You can view Julie Green's "Last Supper" plates at her website.
Oregon Public Broadcasting posts, "OSU Professor Draws Attention To Death Penalty Through 'Last Supper' Plates.
When Julie Green was living in Oklahoma in the late 90s, she would open her morning paper and find an intriguing, if somewhat morbid, detail. If the state executed someone, the paper printed the contents of their last meal.
"They actually humanized death row for me," she says. "It hit home to me that those meals were so personal and so specific."
She was drawn to these last meals, and eventually came up with the idea of painting representations of them on ceramic plates.
The Associate Professor of Art at Oregon State University has a new exhibit of her plates opening this week in Corvallis.
Some of the plates are paintings of plates full of fried chicken, ravioli and other comfort food. One is a pack of cigarettes. Another simply says, "None."
All of the plates are cobalt blue on white porcelain, reminiscent of fine china. It’s very much like the traditional plates Green grew up with.
Green says, "I think it's helpful that there’s some beauty in the piece ... to balance the inherent sadness of the subject matter.”
Green has been creating these plates for 13 years, and has painted over 500 meals in this way. You can see many of them at a new exhibit opening this week at The Arts Center in Corvallis. It’s called The Last Supper: 500 Plates.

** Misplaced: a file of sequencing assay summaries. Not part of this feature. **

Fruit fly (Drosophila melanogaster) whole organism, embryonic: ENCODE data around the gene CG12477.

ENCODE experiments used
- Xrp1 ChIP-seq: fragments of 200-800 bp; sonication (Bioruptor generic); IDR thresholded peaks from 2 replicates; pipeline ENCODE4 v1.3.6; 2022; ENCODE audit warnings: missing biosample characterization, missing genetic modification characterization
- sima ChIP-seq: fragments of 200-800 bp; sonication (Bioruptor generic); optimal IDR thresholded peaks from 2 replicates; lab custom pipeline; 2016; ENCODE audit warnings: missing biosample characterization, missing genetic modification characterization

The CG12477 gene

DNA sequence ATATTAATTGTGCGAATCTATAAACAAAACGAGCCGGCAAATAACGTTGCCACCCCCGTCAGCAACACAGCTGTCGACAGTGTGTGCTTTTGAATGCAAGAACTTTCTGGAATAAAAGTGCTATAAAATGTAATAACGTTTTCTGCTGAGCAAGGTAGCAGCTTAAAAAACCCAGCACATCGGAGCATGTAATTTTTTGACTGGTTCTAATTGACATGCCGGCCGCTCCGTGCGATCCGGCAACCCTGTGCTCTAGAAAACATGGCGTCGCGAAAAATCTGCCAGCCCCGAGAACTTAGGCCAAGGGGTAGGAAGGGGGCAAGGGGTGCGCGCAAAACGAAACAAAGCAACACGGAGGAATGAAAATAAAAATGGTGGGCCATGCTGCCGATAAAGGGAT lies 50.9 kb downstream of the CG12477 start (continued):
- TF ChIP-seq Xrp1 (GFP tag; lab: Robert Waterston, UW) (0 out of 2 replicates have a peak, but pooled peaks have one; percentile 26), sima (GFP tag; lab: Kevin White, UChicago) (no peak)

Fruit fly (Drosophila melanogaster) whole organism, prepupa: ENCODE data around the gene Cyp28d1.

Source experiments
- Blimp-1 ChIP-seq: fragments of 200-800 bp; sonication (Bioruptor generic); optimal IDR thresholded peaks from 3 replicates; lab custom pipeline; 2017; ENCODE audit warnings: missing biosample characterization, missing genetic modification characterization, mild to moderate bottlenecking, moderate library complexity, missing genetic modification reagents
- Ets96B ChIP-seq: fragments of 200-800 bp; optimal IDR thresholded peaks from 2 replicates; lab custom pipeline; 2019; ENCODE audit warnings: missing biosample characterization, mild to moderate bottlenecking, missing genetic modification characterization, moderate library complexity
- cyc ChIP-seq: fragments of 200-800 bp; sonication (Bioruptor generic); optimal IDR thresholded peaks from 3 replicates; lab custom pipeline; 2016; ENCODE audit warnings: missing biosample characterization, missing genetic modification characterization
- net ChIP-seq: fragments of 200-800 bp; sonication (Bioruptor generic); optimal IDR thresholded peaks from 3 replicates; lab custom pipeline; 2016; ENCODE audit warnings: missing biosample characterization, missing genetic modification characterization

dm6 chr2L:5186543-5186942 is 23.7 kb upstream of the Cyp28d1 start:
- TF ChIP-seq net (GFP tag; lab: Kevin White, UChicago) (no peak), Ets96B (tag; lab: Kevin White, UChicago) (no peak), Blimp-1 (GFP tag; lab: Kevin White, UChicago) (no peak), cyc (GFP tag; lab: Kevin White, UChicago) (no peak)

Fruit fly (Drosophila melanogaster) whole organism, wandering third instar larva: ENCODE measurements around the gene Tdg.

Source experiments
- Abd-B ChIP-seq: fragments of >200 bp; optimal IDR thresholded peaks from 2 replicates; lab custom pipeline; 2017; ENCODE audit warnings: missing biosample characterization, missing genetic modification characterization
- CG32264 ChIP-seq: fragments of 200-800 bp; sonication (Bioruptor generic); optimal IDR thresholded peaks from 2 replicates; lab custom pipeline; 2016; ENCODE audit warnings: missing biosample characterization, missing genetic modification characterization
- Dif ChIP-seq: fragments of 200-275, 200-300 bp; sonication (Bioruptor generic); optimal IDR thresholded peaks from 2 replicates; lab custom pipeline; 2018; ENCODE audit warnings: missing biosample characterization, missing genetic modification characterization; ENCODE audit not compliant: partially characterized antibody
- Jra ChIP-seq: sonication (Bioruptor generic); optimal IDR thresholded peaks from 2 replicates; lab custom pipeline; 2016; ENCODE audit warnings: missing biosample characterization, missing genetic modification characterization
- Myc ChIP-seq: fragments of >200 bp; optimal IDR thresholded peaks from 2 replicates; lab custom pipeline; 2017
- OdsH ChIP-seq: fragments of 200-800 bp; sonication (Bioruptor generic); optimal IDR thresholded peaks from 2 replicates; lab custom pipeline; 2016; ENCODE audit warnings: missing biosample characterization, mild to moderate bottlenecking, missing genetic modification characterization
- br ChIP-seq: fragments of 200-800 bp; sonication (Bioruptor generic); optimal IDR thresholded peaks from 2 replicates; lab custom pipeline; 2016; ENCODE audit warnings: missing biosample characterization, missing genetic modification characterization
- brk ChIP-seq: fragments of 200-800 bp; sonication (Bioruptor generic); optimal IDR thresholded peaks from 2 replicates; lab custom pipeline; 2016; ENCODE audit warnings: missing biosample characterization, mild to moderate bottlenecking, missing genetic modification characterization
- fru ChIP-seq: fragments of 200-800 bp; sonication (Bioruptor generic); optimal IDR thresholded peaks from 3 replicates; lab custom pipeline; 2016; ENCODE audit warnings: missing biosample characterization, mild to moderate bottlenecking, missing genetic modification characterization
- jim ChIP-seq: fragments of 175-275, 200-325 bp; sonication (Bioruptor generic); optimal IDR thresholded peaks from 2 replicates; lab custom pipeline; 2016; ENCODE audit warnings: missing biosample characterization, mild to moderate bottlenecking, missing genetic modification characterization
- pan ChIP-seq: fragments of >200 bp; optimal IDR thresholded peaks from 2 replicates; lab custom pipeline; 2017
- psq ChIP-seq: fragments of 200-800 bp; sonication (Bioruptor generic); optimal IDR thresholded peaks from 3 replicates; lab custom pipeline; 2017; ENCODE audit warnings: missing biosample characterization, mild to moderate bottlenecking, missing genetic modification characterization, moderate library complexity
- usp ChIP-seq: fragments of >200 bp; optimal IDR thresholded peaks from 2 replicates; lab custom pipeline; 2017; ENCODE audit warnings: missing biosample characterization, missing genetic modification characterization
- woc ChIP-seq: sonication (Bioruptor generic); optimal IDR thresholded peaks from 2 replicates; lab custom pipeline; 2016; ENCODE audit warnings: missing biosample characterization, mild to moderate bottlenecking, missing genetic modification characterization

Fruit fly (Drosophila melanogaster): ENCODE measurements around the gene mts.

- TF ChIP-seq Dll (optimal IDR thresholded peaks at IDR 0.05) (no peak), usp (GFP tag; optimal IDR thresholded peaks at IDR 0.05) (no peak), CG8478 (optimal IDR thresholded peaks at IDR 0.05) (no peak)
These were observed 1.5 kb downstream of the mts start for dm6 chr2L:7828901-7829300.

Last year, Terra Magazine published, "Plates of Honor: Julie Green memorializes final meal choices by death-row prisoners." It was written by Angela Yeager. Here's a small excerpt; follow the link if you want to learn more about Ms. Green and her work.
When she accepted a position in the Oregon State University Department of Art in 2000, she began The Last Supper, a project that would translate her feelings into a public statement. Her first piece was a portrayal of those tacos and doughnuts that had caught her attention in Norman. Expressed through blue mineral paint fired on white porcelain plates, the series now has more than 500 pieces depicting last-supper choices by death-row inmates.
The work has been exhibited widely in the United States and internationally, most recently at the University of Nebraska at Omaha. The Corvallis Arts Center plans a show in early 2013. National news media including Ceramics Monthly, Gastronomica and National Public Radio have featured The Last Supper, as has Dark Rye, an online magazine produced by Whole Foods Market. OSU-Cascades artist Henry Sayre has included text and images, as well as Green’s narrative tempera paintings, in the 2012 edition of his textbook A World of Art, published by Prentice-Hall.
At Oregon State, Green teaches painting, drawing and contemporary issues in art. In 2011, she received grant support from the Joan Mitchell Foundation. Its prestigious award is given to only 25 contemporary artists a year to acknowledge painters and sculptors nationwide who create work of exceptional quality.
Green paints The Last Supper plates in her studio in a cozy historic bungalow in Corvallis, which she shares with her husband, artist Clay Lohmann. Every month or two, she loads newly painted plates into a dish rack and drives a slow half-mile to the home of artist and collaborator Antonia “Toni” Acock, who fires them in her ceramics kiln.
Oregon State University issued a news release on the Joan Mitchell Foundation grant, "OSU faculty member wins prestigious art grant."